Demerger process

The following activities are required to be performed to affect a demerger: 

  • Filing of the Scheme of Arrangement – The scheme of arrangement contains the terms of the demerger. An application along with the stipulated documents is required to be filed before the NCLT seeking an order of conveying a meeting for approving the said scheme.
  • Meeting of members/creditors – A meeting is required to be held as per the provisions of the law and the directions of NCLT. The minutes of the meeting are required to be recorded with the facts of the votes cast in favour or against the motion for accepting the scheme. The motion is required to be approved by the majority of the members/creditors provided the vote in person/proxy represents members/creditors holding 3/4th in value of the said total members/creditors.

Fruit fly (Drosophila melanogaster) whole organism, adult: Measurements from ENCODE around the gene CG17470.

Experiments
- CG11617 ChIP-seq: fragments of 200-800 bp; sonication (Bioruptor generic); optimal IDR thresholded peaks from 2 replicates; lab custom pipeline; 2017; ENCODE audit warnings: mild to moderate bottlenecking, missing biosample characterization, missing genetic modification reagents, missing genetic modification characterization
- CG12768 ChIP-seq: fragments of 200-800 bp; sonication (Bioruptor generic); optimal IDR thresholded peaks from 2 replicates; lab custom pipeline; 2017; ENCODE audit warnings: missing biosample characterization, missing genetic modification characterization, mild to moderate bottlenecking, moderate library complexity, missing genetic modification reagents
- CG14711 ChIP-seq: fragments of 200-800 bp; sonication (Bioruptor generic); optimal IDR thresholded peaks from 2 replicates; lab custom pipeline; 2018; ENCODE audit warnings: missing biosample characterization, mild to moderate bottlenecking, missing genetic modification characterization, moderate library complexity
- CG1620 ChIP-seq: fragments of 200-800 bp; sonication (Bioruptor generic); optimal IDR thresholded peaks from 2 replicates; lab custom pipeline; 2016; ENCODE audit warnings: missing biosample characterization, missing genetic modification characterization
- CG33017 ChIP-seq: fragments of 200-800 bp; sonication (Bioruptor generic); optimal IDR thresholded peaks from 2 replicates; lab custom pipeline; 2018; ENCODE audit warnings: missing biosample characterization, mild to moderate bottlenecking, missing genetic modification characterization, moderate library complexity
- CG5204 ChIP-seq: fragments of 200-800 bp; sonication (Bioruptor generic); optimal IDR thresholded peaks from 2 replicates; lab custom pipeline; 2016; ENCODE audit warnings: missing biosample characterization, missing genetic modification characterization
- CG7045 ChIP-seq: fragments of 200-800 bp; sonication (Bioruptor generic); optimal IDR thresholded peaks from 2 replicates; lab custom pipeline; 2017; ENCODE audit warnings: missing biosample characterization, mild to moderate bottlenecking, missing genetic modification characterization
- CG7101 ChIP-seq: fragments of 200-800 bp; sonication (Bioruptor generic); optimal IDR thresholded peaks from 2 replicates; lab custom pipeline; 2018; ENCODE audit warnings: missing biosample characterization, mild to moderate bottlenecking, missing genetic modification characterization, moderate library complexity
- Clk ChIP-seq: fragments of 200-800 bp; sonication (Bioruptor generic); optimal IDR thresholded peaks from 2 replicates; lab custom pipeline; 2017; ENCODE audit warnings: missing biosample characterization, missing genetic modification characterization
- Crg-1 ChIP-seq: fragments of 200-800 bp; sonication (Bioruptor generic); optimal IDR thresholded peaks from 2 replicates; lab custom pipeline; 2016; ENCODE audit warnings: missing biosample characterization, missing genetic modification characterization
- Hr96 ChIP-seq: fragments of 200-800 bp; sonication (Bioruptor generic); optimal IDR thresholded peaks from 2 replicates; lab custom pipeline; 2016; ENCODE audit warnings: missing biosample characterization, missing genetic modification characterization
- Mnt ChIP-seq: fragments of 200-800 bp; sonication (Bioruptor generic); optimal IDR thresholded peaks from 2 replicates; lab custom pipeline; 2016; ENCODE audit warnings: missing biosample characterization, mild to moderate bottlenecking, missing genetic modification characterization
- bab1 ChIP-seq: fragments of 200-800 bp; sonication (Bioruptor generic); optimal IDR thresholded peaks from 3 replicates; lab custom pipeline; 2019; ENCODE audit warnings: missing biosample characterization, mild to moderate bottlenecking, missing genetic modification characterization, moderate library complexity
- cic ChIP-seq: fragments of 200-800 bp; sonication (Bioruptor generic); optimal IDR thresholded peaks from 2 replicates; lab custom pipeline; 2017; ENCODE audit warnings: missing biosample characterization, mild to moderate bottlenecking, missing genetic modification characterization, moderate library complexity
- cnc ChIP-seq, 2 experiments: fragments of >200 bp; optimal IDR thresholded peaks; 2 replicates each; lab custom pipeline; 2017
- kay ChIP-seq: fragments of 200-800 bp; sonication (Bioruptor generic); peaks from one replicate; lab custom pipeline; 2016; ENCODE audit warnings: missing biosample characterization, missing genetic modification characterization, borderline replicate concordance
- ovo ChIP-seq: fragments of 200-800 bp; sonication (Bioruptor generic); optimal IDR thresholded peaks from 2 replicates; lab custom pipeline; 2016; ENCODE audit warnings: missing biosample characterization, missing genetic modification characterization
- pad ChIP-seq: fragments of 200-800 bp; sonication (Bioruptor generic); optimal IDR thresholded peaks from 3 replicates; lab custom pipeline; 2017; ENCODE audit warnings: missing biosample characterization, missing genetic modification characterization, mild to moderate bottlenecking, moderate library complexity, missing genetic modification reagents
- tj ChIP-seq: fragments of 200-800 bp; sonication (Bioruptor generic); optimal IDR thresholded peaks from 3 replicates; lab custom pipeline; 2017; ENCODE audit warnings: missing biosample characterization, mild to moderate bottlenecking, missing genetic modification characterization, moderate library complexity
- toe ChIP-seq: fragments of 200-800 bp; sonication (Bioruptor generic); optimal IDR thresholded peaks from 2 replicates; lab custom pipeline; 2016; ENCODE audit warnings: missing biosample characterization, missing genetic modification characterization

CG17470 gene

• Petition and Sanction of the scheme – The chairman of the meeting is to report the result to NCLT. If the scheme is approved in the said meeting, a second petition must be submitted to NCLT seeking approval of the scheme. After hearing the objections, the NCLT will pass an order approving the demerger with or without modifications.
  • Filing with the ROC – The NCLT order is required to be filed with ROC within 30 days from the receipt of the same.

One may also appreciate the concept of ‘appointed date’ and ‘effective date’. The appointed date (Sec. 232(6) of the Companies Act, 2013) is the date indicated in the scheme from which the said scheme shall come into force. The effective date (Sec. 232(5)) is the date on which a copy of the NCLT order sanctioning the scheme is filed with the ROC.

With the aforesaid brief context, let us now deal with issues that may arise under the GST laws.

Demerger – GST Implications

Levy of tax on demerger